The logistical scramble to get Cease to Seoul

March 16th, 2024

SEOUL -- didn’t even get his new team’s cushy charter flight as part of what has to be one of the most unconventional first asks for a newly acquired player in the history of trades: Hey, welcome to the team, you’ll now need to fly commercial -- and not nonstop -- to South Korea to meet your teammates for the first time.

And despite Cease having done all that to get to Seoul to be with his new team, it turns out not everyone had even seen the fruits of that labor several hours after they arrived as a team at the Gocheok SkyDome.

“I haven't seen him yet,” said on Saturday afternoon to a round of laughs.

Cease, whose acquisition was finalized on Wednesday as the Padres were boarding their flight to Seoul, didn’t have time to get on that plane -- but he made his own way across the Pacific, and is set to take the mound as a Padre for the first time as part of San Diego’s second exhibition game of the week against the LG Twins on Monday, manager Mike Shildt announced on Saturday.

“Talk about history, I've got to imagine that's pretty historic -- you show up for the first time, you get traded, you meet your club in Seoul,” Shildt said. “But he's excited. Talked to him briefly before I came in here. Sitting down across from , breaking bread, so they're getting acquainted with each other.”

Here’s the added wrinkle to that: The Padres are done with Spring Training in the Phoenix area and won’t be going back, as they’re set to play exhibitions at Petco Park before they begin their domestic regular season.

So not only did Cease have to scramble to find his passport and get booked on the flight, but he also had to pack up his entire Spring Training life, get his car shipped and get fully ready to leave Arizona for good in the roughly 27 hours between the trade breaking and the flight he’d need to catch to his layover in Los Angeles in the 7 p.m. hour on Thursday.

The first time Padres player and staff services director T.J. Lasita texted Cease about logistics was after the travel party had already cleared security at the airport.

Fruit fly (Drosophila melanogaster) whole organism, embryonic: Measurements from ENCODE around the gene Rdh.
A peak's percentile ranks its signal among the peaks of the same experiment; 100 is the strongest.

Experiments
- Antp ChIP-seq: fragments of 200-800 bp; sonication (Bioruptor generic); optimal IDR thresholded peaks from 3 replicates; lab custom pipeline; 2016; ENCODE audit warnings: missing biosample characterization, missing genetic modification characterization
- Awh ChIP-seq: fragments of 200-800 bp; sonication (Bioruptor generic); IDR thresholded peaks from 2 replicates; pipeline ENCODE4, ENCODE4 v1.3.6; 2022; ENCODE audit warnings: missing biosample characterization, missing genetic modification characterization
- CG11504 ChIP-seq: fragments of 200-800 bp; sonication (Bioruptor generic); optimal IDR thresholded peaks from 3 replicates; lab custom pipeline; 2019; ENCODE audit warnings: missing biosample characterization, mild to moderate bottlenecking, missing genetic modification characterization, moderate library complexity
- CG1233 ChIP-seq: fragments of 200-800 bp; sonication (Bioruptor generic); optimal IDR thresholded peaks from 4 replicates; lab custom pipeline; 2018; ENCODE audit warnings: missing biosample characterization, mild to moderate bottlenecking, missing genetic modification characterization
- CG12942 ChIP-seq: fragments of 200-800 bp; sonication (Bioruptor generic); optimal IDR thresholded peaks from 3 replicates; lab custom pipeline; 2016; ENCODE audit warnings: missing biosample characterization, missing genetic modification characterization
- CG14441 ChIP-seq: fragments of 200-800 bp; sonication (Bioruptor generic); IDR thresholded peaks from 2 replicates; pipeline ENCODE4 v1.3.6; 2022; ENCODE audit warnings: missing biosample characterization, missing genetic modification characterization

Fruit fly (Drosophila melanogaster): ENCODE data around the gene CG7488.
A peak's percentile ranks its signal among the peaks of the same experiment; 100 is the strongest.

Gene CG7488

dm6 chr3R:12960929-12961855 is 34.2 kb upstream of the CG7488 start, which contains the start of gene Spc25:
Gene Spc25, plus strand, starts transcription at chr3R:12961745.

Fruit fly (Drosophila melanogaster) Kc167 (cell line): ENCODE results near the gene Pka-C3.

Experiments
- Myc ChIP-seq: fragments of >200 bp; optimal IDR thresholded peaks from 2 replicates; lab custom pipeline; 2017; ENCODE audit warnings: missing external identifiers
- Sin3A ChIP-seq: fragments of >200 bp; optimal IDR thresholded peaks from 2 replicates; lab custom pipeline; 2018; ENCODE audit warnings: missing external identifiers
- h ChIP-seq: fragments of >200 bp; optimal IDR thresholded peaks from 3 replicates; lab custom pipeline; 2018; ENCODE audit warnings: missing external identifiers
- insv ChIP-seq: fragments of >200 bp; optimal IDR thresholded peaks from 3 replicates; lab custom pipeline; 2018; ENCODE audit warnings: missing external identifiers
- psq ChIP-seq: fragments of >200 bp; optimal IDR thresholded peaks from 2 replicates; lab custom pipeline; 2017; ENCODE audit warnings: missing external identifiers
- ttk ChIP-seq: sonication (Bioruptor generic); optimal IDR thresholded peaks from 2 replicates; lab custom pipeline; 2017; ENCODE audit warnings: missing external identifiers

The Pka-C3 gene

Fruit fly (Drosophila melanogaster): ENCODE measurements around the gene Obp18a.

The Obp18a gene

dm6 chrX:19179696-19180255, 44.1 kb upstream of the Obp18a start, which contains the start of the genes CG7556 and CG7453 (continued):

As the team plane took off and made its 13-hour, 23-minute voyage across the Pacific, Lasita was frantically texting back and forth with Cease and Major League Baseball (who served as the conduit with the South Korean consulate) to negotiate not only his travel, but the work visa they’d need to expedite for Cease in South Korea (everyone from players, to staff, to media members had to get short-term work visas for this trip).

“It's a tough journey, especially getting traded, ‘Hey, by the way, you're going to Korea tomorrow,’” said. “He's a trooper for doing that.”

By the way, one wrinkle that made for added chaos? Cease couldn’t initially find his passport, leading the group to go down some frenzied rabbit holes for possibilities like getting a replacement passport on short notice or even somebody going through Cease’s house in Georgia and physically flying the passport to Padres spring HQ in Peoria, Ariz., to unite him with the document.

When Cease went to bed on Wednesday, he still hadn’t found the passport. Fortunately, a very patient and receptive Cease did eventually find the passport at his temporary home in Arizona and things fell in place from there, with Cease throwing at the Padres’ complex on Thursday before hopping on that flight to Los Angeles, then to Seoul.

With the time quickly ticking away to Opening Day, every day for Cease to get to know his teammates matters -- and his teammates certainly seem to appreciate the effort.

“I mean, this is a good spot to kind of get to know a team,” Machado said. “He hasn't been around, so to get to know him for the next couple of days before the season starts is going to be huge.”

In any other season, Cease would simply have had to drive the roughly 10 miles from Glendale to Peoria following the trade -- and, well, it takes a lot of effort to turn 10 miles into 6,218.

“Huge, huge relief watching him walk through the door today,” Lasita said. “It felt like I was going through battle with him for 24 hours.”